But the renovation, of course, didn’t stop there. “Most of the cinderblock inside the locker area has been covered by painted drywall for a classier look,” Gortsema said. “We felt it was important to have that ‘wow’ factor to show the scope of the renovation.”
Other improvements included:
• All of the locker room space was redesigned, not only to provide for a couple of extra stalls for the players but also to offer bigger and wider stalls at the ends for the goalies and their oversized equipment;
• A large, backlit primary Griffins logo has been installed in the ceiling of the locker room, replacing the team’s shield logo that was formerly centered in the locker room carpet;
• League standings that were manually tracked on a whiteboard inside the locker room will now be visible (with other statistics) on electronic screens near the entrance area;
• New cabinets have been installed in the training room, which now has a second cold tub, a new four-person hot tub and a new ice machine, along with new office furniture;
• New fixtures and toilets were installed in the bathroom and shower areas;
• New exercise equipment and technology has been installed in an expanded weight room to meet the increased emphasis that the Red Wings organization is placing on off-ice training in regard to strength and conditioning;
• There’s a new dry change area for the players with customized locks for each locker.
The team store, The Zone, will operate out of a smaller but more efficient space to nearly double the amount of space available to the weight room. It also allows room for a new VIP area that will occupy the space formerly utilized as offices for the Rampage. That new high-end, pre-event reception area offers the potential for outdoor seating in the future.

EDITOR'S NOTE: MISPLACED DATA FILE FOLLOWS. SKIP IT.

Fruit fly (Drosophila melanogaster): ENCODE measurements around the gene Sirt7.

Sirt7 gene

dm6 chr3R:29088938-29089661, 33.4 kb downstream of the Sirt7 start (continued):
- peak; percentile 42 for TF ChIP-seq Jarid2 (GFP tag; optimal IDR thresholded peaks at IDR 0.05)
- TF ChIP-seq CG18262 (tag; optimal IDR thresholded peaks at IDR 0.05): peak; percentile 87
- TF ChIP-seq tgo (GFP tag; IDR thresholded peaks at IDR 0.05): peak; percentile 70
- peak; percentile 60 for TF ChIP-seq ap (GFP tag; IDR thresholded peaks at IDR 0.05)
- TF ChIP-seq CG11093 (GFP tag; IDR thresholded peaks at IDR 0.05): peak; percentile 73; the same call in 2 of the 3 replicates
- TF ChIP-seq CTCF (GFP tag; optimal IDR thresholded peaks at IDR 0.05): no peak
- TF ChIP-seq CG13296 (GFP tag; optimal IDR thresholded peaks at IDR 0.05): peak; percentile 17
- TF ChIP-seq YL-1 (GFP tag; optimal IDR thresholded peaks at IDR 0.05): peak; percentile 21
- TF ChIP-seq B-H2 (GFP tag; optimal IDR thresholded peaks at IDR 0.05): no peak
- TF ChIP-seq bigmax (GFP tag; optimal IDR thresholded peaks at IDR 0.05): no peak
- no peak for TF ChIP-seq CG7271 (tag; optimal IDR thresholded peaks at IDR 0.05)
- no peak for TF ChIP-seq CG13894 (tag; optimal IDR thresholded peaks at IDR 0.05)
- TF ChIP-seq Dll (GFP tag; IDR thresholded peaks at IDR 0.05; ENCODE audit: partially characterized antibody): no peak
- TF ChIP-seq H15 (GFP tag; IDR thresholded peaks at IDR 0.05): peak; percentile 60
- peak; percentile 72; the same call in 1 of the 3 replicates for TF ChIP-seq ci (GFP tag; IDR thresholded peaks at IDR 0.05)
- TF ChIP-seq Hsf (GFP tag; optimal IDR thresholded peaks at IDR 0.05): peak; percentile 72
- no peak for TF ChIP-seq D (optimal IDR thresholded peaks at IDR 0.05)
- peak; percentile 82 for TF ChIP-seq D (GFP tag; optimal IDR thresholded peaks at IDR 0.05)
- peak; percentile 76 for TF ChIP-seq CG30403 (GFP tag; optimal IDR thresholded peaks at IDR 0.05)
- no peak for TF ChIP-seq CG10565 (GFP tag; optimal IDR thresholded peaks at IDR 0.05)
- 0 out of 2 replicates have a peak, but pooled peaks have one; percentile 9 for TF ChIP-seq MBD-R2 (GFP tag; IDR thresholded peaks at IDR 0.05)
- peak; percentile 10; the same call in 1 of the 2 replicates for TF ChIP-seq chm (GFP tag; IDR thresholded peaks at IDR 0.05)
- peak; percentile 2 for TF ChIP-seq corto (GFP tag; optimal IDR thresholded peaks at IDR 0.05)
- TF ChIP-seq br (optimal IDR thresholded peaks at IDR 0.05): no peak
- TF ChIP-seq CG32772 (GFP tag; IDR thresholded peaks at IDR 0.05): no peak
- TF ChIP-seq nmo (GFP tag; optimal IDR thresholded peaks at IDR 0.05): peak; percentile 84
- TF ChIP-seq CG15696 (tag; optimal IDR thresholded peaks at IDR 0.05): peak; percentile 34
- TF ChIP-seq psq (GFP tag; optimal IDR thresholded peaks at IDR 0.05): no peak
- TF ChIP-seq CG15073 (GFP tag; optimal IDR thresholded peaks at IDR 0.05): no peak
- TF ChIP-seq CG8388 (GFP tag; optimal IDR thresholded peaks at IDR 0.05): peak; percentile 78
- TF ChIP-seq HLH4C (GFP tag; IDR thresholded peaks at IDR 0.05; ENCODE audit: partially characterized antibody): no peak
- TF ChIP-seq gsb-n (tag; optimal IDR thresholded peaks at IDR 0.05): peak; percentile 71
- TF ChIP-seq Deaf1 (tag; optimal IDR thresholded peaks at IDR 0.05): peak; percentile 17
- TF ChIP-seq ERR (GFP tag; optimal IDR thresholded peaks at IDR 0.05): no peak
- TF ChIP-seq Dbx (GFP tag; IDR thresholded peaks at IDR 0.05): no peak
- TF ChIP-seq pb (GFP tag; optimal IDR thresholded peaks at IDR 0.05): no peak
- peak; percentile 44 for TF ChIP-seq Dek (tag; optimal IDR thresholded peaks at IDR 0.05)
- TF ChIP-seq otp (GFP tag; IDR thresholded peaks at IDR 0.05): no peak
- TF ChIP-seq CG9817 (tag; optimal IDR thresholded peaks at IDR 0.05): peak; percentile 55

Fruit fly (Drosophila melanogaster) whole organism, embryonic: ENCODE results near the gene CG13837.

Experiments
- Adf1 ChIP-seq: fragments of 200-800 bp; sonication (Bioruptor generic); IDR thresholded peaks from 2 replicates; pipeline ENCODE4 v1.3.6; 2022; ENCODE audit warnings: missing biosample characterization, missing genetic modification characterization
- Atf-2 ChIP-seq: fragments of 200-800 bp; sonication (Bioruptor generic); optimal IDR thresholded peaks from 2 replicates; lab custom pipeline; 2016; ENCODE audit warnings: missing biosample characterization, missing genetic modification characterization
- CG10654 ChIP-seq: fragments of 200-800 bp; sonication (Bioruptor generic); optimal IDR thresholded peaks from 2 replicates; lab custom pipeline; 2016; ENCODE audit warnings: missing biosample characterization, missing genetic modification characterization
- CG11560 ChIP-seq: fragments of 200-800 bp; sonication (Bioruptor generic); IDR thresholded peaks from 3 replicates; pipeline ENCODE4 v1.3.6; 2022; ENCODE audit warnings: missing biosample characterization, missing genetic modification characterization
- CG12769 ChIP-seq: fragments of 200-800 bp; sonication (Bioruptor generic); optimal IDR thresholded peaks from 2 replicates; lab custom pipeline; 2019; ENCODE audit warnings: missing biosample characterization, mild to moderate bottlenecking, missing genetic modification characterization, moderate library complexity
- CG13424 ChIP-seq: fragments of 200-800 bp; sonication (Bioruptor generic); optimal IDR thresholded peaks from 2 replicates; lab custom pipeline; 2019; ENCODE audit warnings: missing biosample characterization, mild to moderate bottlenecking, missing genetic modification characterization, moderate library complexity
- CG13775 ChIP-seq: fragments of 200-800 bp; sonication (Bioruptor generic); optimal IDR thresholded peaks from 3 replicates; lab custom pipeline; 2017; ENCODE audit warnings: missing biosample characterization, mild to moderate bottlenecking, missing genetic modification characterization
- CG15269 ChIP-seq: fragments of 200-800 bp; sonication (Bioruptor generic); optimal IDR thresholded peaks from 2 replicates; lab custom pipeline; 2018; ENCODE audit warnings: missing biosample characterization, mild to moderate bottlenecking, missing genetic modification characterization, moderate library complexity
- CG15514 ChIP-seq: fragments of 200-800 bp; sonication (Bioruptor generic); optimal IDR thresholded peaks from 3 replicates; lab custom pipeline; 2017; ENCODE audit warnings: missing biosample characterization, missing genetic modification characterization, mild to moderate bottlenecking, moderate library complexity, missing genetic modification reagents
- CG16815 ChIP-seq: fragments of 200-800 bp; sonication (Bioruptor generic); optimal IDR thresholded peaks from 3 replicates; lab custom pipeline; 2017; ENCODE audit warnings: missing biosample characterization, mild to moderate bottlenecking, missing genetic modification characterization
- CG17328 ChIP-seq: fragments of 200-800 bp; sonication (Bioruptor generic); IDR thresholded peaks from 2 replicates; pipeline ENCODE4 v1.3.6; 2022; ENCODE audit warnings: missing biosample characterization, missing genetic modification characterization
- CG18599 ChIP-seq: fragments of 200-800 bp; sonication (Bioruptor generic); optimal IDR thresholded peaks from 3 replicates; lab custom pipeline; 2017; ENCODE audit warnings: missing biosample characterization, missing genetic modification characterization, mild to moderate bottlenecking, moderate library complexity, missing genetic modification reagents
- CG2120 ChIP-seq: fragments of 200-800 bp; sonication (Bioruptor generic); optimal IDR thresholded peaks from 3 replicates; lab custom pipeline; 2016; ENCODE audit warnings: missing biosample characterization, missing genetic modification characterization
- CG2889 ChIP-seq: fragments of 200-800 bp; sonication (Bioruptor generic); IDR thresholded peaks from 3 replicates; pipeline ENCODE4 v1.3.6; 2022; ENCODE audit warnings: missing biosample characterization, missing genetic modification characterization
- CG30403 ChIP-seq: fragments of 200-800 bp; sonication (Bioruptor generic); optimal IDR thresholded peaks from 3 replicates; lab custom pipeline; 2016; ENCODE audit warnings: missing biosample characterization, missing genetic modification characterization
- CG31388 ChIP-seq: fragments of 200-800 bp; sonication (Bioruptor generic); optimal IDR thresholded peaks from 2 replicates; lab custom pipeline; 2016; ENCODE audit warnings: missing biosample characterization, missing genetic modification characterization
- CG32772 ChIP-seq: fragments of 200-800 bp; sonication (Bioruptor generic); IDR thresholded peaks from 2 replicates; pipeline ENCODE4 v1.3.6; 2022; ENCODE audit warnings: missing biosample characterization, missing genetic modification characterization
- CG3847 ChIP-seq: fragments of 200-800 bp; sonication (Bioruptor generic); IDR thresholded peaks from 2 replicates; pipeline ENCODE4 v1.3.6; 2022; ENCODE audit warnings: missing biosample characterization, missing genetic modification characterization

“On hockey game days, the space can be used for hospitality and entertainment activities at our discretion,” Gortsema said. “Post-game it will likely function as a gathering place for players’ families and significant others.”
In addition to the renovation of the Griffins’ locker room, the entire visiting team locker room area is being smartly redesigned for a more sensible, professional appearance.
Prior to the renovation, AHL teams previously occupied two different adjoining rooms, making it difficult for a head coach to address his entire team in one space without setting up folding chairs to accommodate all of the players.
“Our visiting team locker space has always been a bit disjointed,” he said. “We felt that it didn’t reflect well upon the organization, the arena or the city to have the sort of setup that might have given the appearance of putting the visiting team at a competitive disadvantage, even though that was never the intention.”
Gortsema believes all of the improvements – including new dressing rooms for all the world-class performers whose tours come through Grand Rapids – will elevate the perception of Van Andel Arena as a premier sporting facility. “I think the overall improvements will ultimately pay dividends for the arena and city in terms of attracting regional and national tournaments to the city,” he said.
And the improvements will continue. Among the items slated for consideration is replacing the arena’s center ice scoreboard for an estimated $2 million, the ice plant refrigeration system for an estimated $1 million, and a whole new roof for the arena.
“There will be more to come,” Gortsema said.